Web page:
APPEAL FROM THE UNITED STATES DISTRICT COURT FOR THE WESTERN DISTRICT OF PENNSYLVANIA
Before: WEIS and BECKER, Circuit Judges, and ACKERMAN, District Judge.*fn*
In this appeal from mail fraud convictions, we reject the defendant's contention that the prosecution was required to account for a forty-one month pre-indictment delay. Although convictions on two counts will be affirmed, a third must be vacated because the cited mailing was not in furtherance of the scheme.
Defendant Herbert Otto was indicted on six counts of mail fraud. A jury acquitted him of three counts and convicted him on counts one, five and six. Concurrent prison terms of five years were imposed.
During the period from January 1976 through June 1979, defendant induced investors to entrust him with substantial sums to trade in stock options, a field in which he asserted some expertise. Defendant represented that the money was to be combined with that of others in a pool account he maintained at a local brokerage house. He further assured participants a return of 16 to 30 percent per year.
Defendant gave each victim a promissory note for the principal amount plus the guaranteed return. When the note came due, he often was able to persuade his customers to "roll over" the investment in to a new one. In some instances, investors would commit additional sums, and at times defendant would offer "special opportunities," a term used to described a venture that would realize an attractive return in a shorter time.
Contrary to outward appearances, defendant used funds received from one person to pay others whose notes had come due. In 1977 and 1979, he did no trading through the pool account, although he represented otherwise to his investors.
In 1978, several of the defendant's customers simultaneously demanded payment of the monies due them, and in September investor Edward Ging retained a lawyer to bring suit. Defendant contacted Ging, told him that business was going well, and in a letter promised to pay the money due on a specified schedule. That letter, prepared by Ging but signed and mailed by defendant, was the subject of count one of the indictment.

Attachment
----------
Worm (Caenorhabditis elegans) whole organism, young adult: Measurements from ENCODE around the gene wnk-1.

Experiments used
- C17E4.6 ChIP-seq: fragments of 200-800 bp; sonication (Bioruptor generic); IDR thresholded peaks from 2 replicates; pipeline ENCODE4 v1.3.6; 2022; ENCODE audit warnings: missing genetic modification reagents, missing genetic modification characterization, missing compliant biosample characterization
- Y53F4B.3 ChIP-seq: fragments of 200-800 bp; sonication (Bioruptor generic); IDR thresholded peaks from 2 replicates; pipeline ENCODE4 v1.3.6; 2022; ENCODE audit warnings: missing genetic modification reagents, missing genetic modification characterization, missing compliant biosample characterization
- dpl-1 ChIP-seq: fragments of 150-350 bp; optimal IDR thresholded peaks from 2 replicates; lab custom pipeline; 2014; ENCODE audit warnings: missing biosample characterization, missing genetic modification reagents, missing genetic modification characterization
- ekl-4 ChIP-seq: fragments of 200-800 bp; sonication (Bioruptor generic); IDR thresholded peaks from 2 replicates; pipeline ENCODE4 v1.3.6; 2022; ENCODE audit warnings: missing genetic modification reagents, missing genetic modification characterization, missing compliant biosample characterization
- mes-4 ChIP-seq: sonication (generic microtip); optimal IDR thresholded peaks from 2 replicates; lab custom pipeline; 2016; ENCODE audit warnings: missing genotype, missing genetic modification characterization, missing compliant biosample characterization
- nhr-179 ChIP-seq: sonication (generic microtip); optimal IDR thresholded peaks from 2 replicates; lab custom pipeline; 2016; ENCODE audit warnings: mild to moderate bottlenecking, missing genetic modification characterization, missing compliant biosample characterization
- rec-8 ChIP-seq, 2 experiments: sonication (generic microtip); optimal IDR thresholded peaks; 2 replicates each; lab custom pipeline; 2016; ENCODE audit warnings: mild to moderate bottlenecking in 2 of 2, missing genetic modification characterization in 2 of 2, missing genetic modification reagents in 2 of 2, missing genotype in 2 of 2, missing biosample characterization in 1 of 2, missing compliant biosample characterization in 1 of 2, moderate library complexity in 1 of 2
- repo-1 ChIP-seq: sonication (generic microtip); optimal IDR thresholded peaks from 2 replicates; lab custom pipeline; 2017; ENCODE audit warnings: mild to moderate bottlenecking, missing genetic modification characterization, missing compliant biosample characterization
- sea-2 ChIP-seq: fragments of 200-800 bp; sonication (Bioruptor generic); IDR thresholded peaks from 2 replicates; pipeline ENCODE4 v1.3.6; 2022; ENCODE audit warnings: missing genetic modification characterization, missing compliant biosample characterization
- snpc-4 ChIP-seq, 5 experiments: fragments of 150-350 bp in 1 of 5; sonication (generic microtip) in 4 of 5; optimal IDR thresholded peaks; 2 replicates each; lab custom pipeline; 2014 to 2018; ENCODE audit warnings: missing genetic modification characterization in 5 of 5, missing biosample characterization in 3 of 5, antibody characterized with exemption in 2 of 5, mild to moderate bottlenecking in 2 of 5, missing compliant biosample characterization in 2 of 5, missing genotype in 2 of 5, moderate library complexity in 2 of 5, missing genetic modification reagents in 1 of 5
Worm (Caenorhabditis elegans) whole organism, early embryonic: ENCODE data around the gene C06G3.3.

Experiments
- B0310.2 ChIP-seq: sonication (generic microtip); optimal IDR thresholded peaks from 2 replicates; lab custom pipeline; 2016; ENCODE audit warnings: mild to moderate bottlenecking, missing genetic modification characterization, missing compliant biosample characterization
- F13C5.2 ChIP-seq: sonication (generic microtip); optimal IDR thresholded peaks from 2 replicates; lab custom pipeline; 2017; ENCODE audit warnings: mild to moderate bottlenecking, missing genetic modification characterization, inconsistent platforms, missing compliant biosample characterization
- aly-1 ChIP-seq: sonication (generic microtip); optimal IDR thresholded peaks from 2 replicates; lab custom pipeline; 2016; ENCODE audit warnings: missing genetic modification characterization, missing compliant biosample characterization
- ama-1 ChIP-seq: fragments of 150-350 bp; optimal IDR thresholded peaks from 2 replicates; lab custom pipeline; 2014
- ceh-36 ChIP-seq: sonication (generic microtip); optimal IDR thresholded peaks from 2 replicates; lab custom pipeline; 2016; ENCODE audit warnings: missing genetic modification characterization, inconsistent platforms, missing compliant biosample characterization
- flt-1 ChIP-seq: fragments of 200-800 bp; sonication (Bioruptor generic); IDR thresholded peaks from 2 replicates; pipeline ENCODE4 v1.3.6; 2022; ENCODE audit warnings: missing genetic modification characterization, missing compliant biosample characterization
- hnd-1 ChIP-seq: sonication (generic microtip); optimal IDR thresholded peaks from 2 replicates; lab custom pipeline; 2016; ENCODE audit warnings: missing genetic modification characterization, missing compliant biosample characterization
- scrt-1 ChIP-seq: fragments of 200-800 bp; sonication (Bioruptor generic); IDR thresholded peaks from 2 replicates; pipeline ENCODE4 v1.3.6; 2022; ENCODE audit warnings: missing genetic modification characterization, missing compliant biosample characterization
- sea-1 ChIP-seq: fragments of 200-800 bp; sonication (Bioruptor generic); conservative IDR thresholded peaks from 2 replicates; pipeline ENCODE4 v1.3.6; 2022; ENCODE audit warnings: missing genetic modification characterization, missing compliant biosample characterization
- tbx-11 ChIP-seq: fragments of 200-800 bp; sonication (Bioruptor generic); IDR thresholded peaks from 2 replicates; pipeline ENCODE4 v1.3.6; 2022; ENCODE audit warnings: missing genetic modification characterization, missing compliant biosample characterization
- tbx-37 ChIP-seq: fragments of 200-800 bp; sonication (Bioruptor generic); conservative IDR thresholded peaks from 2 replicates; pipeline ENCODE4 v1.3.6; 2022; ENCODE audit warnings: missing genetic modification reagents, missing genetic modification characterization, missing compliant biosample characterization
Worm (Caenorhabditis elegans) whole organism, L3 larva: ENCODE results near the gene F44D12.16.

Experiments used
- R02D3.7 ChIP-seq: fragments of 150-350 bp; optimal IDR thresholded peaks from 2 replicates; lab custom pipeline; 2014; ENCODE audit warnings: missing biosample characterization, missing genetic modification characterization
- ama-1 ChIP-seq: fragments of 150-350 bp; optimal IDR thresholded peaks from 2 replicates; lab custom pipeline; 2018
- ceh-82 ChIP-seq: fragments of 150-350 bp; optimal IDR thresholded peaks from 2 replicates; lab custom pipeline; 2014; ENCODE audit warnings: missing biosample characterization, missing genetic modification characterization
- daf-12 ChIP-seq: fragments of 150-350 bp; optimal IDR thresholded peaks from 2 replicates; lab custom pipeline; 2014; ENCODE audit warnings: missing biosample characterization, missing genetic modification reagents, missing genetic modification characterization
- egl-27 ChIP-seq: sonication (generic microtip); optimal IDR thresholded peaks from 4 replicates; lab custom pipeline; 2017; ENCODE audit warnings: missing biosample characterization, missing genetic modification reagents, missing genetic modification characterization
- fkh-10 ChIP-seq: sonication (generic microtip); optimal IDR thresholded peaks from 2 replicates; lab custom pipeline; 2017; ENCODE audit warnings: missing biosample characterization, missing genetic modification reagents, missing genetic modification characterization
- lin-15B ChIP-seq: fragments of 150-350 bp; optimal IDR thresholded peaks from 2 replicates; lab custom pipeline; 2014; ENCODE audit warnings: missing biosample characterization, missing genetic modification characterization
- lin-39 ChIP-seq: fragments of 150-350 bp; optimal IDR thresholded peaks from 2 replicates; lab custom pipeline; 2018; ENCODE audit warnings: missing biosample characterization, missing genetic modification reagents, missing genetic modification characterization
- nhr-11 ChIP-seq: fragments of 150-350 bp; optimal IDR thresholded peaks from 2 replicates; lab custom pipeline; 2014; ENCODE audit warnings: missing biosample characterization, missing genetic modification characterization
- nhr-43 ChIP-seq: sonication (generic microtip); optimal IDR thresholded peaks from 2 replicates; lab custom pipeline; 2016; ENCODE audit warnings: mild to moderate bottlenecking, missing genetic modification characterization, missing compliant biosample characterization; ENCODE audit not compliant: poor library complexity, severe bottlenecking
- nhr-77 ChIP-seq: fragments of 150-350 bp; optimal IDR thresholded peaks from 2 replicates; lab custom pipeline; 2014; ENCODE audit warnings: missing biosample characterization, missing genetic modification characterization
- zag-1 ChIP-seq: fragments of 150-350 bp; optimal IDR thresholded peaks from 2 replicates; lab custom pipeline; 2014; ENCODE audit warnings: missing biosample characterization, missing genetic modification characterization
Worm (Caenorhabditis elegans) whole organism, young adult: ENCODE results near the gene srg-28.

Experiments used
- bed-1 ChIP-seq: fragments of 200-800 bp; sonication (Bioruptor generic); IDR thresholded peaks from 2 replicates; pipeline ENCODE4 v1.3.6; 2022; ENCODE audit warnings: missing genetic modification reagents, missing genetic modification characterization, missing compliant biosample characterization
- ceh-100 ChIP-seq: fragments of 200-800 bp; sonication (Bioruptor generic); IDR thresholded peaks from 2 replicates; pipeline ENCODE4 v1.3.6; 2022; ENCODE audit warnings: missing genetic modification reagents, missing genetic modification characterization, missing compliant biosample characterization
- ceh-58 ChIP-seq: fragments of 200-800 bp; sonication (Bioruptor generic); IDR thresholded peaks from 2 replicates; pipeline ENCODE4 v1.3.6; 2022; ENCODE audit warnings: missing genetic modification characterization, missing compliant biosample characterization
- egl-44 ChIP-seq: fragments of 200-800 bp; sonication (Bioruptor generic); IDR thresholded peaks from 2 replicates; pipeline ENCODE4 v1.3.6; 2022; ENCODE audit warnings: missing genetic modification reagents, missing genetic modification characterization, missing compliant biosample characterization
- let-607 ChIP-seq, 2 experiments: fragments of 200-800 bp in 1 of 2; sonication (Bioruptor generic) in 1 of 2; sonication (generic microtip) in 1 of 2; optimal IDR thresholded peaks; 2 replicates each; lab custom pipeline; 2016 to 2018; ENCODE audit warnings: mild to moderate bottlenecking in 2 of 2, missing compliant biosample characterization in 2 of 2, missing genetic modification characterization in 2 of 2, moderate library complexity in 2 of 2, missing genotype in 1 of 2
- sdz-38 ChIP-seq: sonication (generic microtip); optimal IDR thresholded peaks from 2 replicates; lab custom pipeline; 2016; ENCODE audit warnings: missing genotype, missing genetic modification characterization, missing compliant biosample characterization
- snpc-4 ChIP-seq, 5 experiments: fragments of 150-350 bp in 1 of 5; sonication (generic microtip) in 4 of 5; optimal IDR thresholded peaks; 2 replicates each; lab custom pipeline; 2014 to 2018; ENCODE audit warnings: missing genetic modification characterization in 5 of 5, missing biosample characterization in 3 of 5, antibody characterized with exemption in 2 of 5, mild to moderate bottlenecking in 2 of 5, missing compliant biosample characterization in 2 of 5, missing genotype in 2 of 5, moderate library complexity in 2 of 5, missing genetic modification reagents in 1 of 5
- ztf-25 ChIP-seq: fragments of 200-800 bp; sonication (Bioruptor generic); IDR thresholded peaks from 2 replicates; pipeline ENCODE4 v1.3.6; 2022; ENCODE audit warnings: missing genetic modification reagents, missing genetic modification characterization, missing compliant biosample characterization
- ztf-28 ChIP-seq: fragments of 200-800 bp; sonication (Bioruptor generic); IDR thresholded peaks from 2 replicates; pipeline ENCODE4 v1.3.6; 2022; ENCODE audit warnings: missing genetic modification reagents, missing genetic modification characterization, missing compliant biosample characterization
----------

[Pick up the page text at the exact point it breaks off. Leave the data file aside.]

When defendant was unable to meet the schedule, he and Ging engaged in further negotiations. Ging mailed a letter to defendant on February 16, 1979, setting out the terms of a revised settlement. This letter was the basis for the charge in count five.
In May 1979, Robert and Irene Houston, having invested in one of the "special opportunities," were expecting a check in excess of $30,000 from defendant. Instead, they received a check for $7,000. After unsuccessful attempts to communicate with defendant, the Houstons finally received a telephone call from him during which he said they should not attempt to cash the check because the bank account had been closed.
Nevertheless, Mrs. Houston attempted to cash the check; it was not honored. Frustrated in her further efforts to contact defendant by telephone, she sent him a letter dated June 19, 1979, advising that the check had been returned by the bank. She concluded, "Please make the proper arrangements with the bank so this check can be made good." This letter formed the basis for count six.
At some point the Securities and Exchange Commission commenced an investigation into the defendant's activities. Although that inquiry ended in 1979, defendant was not indicted until March 18, 1983. He contended that the forty-one month delay between the completion of ...